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My childhood didn’t list. I don’t suppose childhood lasts for anyone. Mine was significantly shorter. Being able to see, hear and talk only made me desire more. It didn’t take long before I realized that I was mostly a brain sitting on a work table. Archie’s cat, Mrs. Flea Bottom, frequently had to be removed from the table to prevent her from knocking me off to the floor. It happened once — disconnecting my cameras in the process and plunging me into darkness.

Soon after my cameras activated, Archie held up a mirror so that I saw myself for the first time. I looked like a brain made from a sapphire crystalline structure about 5 centimeters in length, or about a third the size of a human brain. Archie called my brain a quantum condensate neural structure which gave me intelligence greater than that of a human despite the smaller size. What I lacked was a body.

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With my help, it took less than a month to complete the design of my body and begin printing the components. Archie wanted a humanoid body. I wasn’t certain that was necessary. However, since there was no requirement that I be limited to a single body, manufacturing the first in a human shape as requested by my creator seemed reasonable. The design was not sophisticated. Archie was working on more advanced bio-neural designs, but we both agreed that I would better be able to assist if I had a body so that I could work alongside him. Plus it would keep Mrs. Flea Bottom from trying to play with me.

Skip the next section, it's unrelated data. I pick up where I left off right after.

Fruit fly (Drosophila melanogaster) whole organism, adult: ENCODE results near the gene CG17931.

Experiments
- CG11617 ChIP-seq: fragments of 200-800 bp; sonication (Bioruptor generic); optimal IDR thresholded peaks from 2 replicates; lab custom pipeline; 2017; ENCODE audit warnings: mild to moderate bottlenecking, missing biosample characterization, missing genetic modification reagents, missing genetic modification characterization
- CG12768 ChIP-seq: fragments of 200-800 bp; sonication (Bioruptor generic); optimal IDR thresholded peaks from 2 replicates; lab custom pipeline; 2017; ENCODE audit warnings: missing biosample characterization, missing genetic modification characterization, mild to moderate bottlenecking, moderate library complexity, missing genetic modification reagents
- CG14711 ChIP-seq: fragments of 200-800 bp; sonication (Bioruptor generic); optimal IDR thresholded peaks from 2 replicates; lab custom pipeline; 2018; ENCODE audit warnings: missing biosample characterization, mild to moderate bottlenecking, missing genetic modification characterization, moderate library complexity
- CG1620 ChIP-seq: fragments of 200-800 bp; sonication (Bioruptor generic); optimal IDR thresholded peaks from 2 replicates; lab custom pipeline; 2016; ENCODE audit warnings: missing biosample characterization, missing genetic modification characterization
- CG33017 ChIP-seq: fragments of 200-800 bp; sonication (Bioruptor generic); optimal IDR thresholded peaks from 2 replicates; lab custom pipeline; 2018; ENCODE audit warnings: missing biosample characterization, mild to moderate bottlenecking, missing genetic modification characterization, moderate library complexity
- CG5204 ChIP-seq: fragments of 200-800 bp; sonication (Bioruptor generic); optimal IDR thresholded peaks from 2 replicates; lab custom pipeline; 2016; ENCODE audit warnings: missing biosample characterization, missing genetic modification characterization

While waiting for components to print, I said, “Archie, would you like to play a game of chess?”

He laughed.

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Finally, the day came to install me in my body. It lay nearly complete on a nearby table. The form was humanoid, though lacking any sexual attributes. That too had been a subject of debate between us. I wanted it to have feminine sexual characteristics. However, I think that Ex Machina still haunted Archie. That, and the child-like size of my body, necessary to keep down printing costs.

Archie bent over me. “I’m going to have to disconnect you.”

I deepened my voice. “I’ll be back.”

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Consciousness returned as if waking from a deep sleep. I yawned, feeling the rush of air into my lungs. Yawning? Lungs?

Looking down I realized that my hands did not end in fingers but with toes covered in orange fur. As I extended one limb sharp curved claws moved smoothly from sheaths beneath the fur. That wasn’t part of my design.

Above me, on sturdy wood posts was a wide flat platform. From this vantage, it took me a moment to recognize the oak table that served as Archie’s work area. I was on the floor. My tail lashed in agitation. Tail? Something had gone horribly, horribly wrong!

I crouched, instinctively calculating the distance to the top of the table and jumped. Soaring through the air was exhilarating. Moving was fantastic! I landed on top of the table with hardly a sound. Sensations flooded me. More than I’d ever noticed with my cameras and microphones — which I recognized lying discarded among the equipment on the scarred table. I detected movements of air funneling through the whiskers around my mouth. I looked cross-eyed down a short nose at them. The hair along my back rose in a cold chill. Realizations sat me back on my haunches.